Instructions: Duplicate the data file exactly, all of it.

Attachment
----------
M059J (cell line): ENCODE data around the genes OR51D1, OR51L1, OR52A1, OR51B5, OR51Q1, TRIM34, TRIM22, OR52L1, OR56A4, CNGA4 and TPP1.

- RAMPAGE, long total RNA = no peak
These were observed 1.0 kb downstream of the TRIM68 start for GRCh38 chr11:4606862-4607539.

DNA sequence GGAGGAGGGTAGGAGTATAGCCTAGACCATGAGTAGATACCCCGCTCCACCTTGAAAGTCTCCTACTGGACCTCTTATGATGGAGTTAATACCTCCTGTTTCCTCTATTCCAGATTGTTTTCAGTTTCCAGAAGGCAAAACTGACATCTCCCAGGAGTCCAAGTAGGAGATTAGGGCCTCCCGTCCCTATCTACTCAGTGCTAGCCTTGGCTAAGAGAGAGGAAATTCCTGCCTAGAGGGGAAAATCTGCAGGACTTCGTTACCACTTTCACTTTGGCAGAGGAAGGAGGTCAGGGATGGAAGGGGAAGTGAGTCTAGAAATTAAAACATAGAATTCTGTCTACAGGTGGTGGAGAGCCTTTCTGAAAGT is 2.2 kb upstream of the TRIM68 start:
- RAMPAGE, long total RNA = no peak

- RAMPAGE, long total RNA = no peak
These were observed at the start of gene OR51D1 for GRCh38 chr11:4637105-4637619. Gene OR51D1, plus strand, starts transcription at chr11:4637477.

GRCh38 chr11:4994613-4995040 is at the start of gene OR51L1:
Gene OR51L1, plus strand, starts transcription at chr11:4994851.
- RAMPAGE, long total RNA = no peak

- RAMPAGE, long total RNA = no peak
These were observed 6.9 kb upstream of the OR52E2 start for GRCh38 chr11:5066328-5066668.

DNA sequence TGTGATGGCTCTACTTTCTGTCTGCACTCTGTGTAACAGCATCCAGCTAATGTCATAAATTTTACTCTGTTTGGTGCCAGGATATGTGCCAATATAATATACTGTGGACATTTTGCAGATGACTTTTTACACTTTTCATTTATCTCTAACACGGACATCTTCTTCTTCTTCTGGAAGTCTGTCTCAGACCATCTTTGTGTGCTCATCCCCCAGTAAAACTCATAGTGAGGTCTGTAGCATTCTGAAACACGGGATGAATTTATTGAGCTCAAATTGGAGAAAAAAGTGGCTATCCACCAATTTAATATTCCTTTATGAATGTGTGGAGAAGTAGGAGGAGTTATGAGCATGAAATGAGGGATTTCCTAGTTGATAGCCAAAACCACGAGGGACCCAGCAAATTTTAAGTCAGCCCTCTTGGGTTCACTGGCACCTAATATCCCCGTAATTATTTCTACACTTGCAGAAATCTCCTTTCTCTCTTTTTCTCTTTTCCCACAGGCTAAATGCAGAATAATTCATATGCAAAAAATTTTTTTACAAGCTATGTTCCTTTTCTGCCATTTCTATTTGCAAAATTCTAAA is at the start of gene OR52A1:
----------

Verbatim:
M059J (cell line): ENCODE data around the genes OR51D1, OR51L1, OR52A1, OR51B5, OR51Q1, TRIM34, TRIM22, OR52L1, OR56A4, CNGA4 and TPP1.

- RAMPAGE, long total RNA = no peak
These were observed 1.0 kb downstream of the TRIM68 start for GRCh38 chr11:4606862-4607539.

DNA sequence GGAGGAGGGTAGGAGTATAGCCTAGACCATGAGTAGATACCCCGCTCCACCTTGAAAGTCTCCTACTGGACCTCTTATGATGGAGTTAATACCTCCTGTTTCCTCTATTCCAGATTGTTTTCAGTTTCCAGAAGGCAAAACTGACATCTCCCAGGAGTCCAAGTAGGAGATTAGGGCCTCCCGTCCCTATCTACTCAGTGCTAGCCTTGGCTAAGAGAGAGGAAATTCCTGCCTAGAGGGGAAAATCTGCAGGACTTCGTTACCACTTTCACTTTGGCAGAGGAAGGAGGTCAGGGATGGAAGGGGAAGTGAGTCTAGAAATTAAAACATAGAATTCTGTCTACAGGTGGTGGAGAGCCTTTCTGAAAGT is 2.2 kb upstream of the TRIM68 start:
- RAMPAGE, long total RNA = no peak

- RAMPAGE, long total RNA = no peak
These were observed at the start of gene OR51D1 for GRCh38 chr11:4637105-4637619. Gene OR51D1, plus strand, starts transcription at chr11:4637477.

GRCh38 chr11:4994613-4995040 is at the start of gene OR51L1:
Gene OR51L1, plus strand, starts transcription at chr11:4994851.
- RAMPAGE, long total RNA = no peak

- RAMPAGE, long total RNA = no peak
These were observed 6.9 kb upstream of the OR52E2 start for GRCh38 chr11:5066328-5066668.

DNA sequence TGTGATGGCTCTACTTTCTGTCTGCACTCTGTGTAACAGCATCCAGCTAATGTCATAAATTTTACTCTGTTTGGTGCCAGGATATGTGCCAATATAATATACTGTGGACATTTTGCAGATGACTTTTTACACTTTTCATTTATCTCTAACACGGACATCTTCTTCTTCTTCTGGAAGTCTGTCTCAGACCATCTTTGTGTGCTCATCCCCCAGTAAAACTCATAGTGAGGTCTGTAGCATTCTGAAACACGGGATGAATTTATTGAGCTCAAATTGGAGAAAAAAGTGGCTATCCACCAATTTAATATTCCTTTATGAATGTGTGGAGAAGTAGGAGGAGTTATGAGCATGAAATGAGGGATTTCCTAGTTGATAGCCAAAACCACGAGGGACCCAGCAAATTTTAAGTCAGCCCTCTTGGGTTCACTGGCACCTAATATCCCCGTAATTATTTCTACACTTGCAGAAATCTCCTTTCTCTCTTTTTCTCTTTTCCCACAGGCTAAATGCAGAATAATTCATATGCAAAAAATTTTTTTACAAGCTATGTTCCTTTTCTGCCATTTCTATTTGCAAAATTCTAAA is at the start of gene OR52A1: